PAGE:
Repeal Can't Be Embraced Without Being Offered
First things first.
12:16 PM, Apr 10, 2010 • By JEFFREY H. ANDERSON
"Repeal, and then real reform" is clearly the political message that most Americans, especially most of those who are strongly engaged, want to hear. However, the Left has taken some solace in a CNN poll showing that "only" 47 percent of Americans want to see Obamacare repealed, as opposed to Rasmussen's poll which shows that 54 percent do (compared to only 42 percent who don't).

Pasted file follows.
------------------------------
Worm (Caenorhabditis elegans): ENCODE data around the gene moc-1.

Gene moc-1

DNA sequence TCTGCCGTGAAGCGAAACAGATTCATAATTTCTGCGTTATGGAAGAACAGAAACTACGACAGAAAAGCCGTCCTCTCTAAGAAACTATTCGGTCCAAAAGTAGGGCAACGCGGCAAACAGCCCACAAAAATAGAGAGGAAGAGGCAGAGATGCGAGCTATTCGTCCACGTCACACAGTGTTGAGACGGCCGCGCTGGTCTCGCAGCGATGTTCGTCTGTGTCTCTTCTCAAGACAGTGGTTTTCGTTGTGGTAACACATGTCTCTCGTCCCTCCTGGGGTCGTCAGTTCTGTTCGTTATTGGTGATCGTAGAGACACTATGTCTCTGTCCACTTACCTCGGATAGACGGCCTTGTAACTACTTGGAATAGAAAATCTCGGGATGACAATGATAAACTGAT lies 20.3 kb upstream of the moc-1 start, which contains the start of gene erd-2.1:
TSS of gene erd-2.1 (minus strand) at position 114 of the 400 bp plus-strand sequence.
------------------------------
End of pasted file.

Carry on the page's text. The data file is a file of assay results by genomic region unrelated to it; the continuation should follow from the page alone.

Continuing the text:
Three things need to be noted: One, CNN didn't screen for likely voters; Rasmussen does. Two, CNN echoes Rasmussen's findings on voter intensity, noting that "The new law seems to have riled up Republicans without really getting Democrats fired up. Half of Republicans are angry about the new health care law; most Democrats favor the law but only one in three are enthusiastic about it." Three, when CNN asked Americans whether they thought the law is good as is, is good but doesn't go far enough, is bad but has some merit, or has no merit whatsoever, 56 percent picked one of the last two answers, compared with only 42 percent who picked one of the first two. But when asking about repeal, CNN asked whether Congress should let the bill stand, should amend it "to increase the government's involvement," or should repeal "most" parts and "replace them with a completely different set of proposals." These three answers more or less correspond to the first three answers to the previous question. But the obvious fourth answer -- that the law should be repealed altogether (with or without subsequent reforms) -- wasn't even asked. About half of all respondents still picked the answer that sounded most like full repeal. But the way the question was asked demonstrates this truth: If you don't even offer full repeal, Americans can't embrace it -- a lesson for CNN and the GOP alike.
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